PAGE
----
As the latest state pressure to loosen New Jersey’s liquor laws has been launched by legislators, competing groups are pressuring lawmakers to expand the availability of liquor licenses or minimize reforms. I put on
Advocates of liquor stores, convenience stores, grocers, and distilleries have instead asked members of Congress’ Oversight and Reform Committee to maintain alcohol sales to retailers while maintaining existing values and to open new locations. to expand the availability or affordability of licenses. License holder.
“New Jersey law has changed gradually over time, but there has not been a major overhaul of alcoholic beverage laws, and now is not the time to make incremental changes,” said the grocery industry. The New Jersey Food Council, an organization. “Now is the time to take a more holistic look at how our legislation is structured.”
A New Jersey law enacted after Prohibition ended limits the number of liquor licenses available to a town’s population. Municipalities can issue one license for every 3,000 residents.
These rules have been a long-time target of reformers who claim that strict licensing restrictions are slowing economic growth in the state, keeping demand for licenses high and pushing prices even higher.
“We don’t want to sell vodka. We don’t want to sell bourbon. We don’t want to sell tequila.” “We want people coming home from work to stop their cars while they buy gas so they can run inside and get six packs of beer. I would like to.”
Pennsylvania allows licensed convenience stores to sell beer and wine, as does New York, but New Jersey prohibits such sales.
Gov. Phil Murphy has listed liquor licensing reform as a legislative priority in his second term, arguing that more available licenses could revitalize the state’s post-pandemic economic recovery. But these reforms have their opponents.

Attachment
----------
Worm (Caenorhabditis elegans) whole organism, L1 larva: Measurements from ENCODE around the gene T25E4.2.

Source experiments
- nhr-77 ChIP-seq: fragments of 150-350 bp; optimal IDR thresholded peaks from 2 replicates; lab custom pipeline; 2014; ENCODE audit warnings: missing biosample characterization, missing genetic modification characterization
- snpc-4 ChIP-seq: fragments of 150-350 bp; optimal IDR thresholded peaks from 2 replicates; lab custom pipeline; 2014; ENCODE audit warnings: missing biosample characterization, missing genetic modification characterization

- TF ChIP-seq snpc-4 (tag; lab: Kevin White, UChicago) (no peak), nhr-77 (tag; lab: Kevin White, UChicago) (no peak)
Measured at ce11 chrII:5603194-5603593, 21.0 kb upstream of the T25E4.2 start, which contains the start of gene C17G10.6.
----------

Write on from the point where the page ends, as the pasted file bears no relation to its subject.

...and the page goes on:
In the current system, a shortage of licenses could push the cost of licenses to hundreds of thousands of dollars or more, and existing license holders are using the value of their licenses to increase their retirement funds, he said. says. Reforms that expand license availability are likely to push prices down, with lawmakers Monday calling for openness to reforms that would make licenses more affordable without significantly changing license availability. showed.
“These license holders are investing hundreds of thousands and even millions of dollars in this system that already exists,” said Amanda Stone, director of government affairs for the New Jersey Restaurant and Hospitality Association. “In addition, many people use their licenses as collateral when seeking bank loans. It must be carefully considered.”
Stone took no firm stance on pushing for change, but said her group represents companies with and without liquor licenses. Those she doesn’t have, she said, welcome more licenses.
Others worried that proposals to allow alcohol delivery could trigger a surge in underage drinking.
“Some of the reforms being discussed will essentially make every doorstep and every cell phone a liquor store,” said Kevin Hagan, a lobbyist for the New Jersey Liquor Store Alliance. “And that sounds convenient, but the problem is when you’re talking about alcoholic substances. There’s no one on the doorstep or on the phone to verify that the consumer is 21.”
Hagan said the Liquor Store Alliance supports alcohol delivery options, but only to licensed retailers.
Other stakeholders have called for changes to state liquor laws elsewhere.
John Granata and Mark Elia, who run the New Jersey Craft Distillers Guild, said the state alcoholic beverages administration had rejected an earlier request to allow food trucks on the distillery’s premises, saying the distillery would He urged lawmakers to allow food and mixed drinks to be served on the premises.
They also noted disparities in tax rates on hard liquor and other alcoholic products. Liquor is taxed at $5.50 per gallon. Wine costs only 88 cents. 12 cents for beer.
“We have seen distilleries win quality awards one after another. We have also lost a few distilleries along the way. We’re shrinking in scale when it comes to people doing it,” Elia says. “It’s not a great story to tell in this state.”
The chairman of the committee, Rep. Joe Danielsen (D-Somerset), said a second hearing would be held at a later date.
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